My own introduction to Kraftwerk came via that tried and trusted staple of pre-internet music transmission: the older brother. My brother Geoff had bought the “Autobahn” single in the mid-70s, and aged seven or eight, I had sat on the chair in his bedroom one Sunday morning, listening to it through headphones (in those long ago pre-earbud days, headphones were reserved for “serious music” only…) Submerged beneath the enormous luxuriously-padded earpieces, way too big for my childish head, I had immersed myself completely in its unbelievably futuristic sound-scape: the propulsive beat, the Doppler effect simulation of passing cars, the mysterious and under-played German lyrics. The middle section, dominated by an insistent electronic pulse and a sound collage of German cars roaring past at enormous speeds on the autobahn – even for an eight-year-old, a noticeable contrast to my father’s untrustworthy Austin Princess which would practically disintegrate over speeds of 40mph on the A40 into Oxford – was undoubtedly the most incredible and fascinating thing that I had ever heard. I can still hear my mother shouting up the stairs, trying vainly to call me down to Sunday lunch.
The current tour, the band’s most extensive of the UK since the early Eighties, brings their 3D show (premiered in 2011), across the green and pleasant lands of happy Albion. Clutching the small paper sleeve containing our 3D glasses, we take our seats early, and I feel as though I, too, am thirteen, so giddy with excitement am I. This is Raul’s first time at the RAH, and the scale of the plush red Victorian grandeur, so full of pomp and circumstance, seems stunningly memorable in its own right. As the crowds filter slowly in (security is tighter tonight than the vault at the Bank of England, with extensive bag checks and photo-ID the order of the day), we soak up the atmosphere, egging each other on in enthusiasm, and constantly checking the enormous muslin screen that encloses the stage like a silk cocoon.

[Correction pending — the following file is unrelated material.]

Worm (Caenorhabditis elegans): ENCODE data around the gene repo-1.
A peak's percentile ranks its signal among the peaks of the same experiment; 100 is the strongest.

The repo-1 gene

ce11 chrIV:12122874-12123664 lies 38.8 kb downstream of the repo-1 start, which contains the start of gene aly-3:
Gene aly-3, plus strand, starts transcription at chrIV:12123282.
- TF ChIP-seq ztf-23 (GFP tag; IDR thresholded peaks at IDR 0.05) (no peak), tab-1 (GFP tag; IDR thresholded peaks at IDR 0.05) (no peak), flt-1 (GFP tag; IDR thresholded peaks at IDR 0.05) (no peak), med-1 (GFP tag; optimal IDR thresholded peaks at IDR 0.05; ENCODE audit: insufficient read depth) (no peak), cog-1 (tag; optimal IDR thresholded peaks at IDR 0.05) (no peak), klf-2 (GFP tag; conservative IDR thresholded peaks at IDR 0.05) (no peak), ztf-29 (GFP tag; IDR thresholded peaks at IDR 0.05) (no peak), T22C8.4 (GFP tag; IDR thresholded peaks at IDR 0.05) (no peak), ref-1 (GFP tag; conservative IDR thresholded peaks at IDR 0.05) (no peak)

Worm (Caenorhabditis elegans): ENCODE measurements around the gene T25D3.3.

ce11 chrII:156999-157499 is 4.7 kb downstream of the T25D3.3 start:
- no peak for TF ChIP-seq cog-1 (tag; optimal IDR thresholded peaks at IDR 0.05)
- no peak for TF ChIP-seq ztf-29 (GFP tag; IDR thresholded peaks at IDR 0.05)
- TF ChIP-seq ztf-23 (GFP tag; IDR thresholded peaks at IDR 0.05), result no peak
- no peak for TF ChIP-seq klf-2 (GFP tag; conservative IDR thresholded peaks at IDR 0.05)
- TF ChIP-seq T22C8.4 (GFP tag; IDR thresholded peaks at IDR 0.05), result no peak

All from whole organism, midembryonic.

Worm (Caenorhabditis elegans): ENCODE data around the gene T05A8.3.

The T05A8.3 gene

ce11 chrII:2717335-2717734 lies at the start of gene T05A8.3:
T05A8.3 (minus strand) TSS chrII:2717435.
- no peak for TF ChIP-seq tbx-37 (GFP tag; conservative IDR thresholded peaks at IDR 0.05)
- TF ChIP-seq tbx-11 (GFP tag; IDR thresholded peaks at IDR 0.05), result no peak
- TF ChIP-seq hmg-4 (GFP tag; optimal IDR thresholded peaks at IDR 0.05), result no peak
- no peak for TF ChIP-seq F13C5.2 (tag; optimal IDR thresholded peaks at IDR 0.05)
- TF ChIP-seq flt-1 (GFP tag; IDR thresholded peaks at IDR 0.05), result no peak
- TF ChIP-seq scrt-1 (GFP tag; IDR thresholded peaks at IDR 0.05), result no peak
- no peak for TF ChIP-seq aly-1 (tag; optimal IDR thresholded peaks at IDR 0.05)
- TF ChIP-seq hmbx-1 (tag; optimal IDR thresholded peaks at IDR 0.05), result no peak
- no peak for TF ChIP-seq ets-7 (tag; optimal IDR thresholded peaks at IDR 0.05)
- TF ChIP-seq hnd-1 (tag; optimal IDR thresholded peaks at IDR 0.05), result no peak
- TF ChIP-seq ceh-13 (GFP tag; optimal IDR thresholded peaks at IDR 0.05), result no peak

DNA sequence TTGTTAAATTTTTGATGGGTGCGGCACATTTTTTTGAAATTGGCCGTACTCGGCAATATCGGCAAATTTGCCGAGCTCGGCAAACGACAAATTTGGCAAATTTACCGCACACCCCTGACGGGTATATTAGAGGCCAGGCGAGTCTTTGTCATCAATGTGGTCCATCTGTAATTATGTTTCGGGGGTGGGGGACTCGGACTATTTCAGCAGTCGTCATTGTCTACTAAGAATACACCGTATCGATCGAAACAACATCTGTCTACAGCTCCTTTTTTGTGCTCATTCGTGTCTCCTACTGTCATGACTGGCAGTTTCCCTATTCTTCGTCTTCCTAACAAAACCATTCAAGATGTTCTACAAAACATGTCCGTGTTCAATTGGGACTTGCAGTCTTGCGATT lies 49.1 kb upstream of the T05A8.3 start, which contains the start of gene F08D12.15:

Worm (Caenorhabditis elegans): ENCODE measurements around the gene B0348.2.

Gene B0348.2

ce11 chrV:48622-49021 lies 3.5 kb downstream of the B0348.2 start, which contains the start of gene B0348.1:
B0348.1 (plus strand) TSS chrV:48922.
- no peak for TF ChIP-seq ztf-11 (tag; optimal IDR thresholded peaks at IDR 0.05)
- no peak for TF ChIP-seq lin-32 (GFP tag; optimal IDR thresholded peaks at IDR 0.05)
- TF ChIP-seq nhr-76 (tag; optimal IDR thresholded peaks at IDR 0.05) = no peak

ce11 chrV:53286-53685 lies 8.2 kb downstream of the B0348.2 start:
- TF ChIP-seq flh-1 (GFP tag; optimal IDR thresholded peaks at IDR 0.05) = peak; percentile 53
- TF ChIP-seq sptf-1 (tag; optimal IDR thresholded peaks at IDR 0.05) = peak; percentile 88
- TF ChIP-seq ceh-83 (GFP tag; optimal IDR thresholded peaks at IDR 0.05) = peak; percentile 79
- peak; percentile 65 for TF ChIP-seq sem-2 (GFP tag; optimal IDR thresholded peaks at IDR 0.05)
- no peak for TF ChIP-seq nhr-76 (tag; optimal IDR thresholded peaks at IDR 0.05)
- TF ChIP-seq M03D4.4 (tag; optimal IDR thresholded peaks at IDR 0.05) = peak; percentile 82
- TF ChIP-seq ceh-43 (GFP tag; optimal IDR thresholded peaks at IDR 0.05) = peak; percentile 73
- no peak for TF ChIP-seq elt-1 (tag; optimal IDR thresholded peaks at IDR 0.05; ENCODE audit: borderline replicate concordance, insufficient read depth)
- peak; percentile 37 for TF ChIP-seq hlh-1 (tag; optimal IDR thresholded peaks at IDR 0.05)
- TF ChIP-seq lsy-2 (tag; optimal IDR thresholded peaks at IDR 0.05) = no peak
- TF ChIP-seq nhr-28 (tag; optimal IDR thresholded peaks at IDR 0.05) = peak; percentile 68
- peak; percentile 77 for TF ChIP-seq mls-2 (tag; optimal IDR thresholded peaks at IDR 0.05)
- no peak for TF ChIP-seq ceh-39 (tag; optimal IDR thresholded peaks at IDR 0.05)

Suddenly, the cocoon is illuminated with the red rectangular Kraftwerk cartouche, and whilst the four animated figures within it dance and play gently at their musical work stations, an ambient wash of pings, clicks and sub-bass swells slowly up, rolling around the circular auditorium like a Mexican Wave. This is it. We’re almost there.To deafening applause, whistling and calling, the cocoon rises majestically, revealing only an inky and impenetrable blackness. Swiftly, though, this is punctured by Kraftwerk’s signature vocoder vocals – “Ein, Zwei, Drei, Vier, Funf, Sechs, Seben, Acht” – and the klanging beat to “Numbers” bursts out of nowhere to shake the foundation of the hall. The linear-four music work station formation suddenly illuminates a glowing, Unix green, and there they are in their UV-reflective Tron suits. We’re off. a gigantic Hazeltine 1500 computer terminal materialises and seems to hover in the air above the band. Hollywood had a tortuous time in the past decade trying yet another attempt to interest the movie-going public in the awkward delights of 3D, only to find their hopes dashed once more on the rocks of public agnosticism.4 This, however, is what it was made for. Where Dreamworks foundered, Kraftwerk triumph.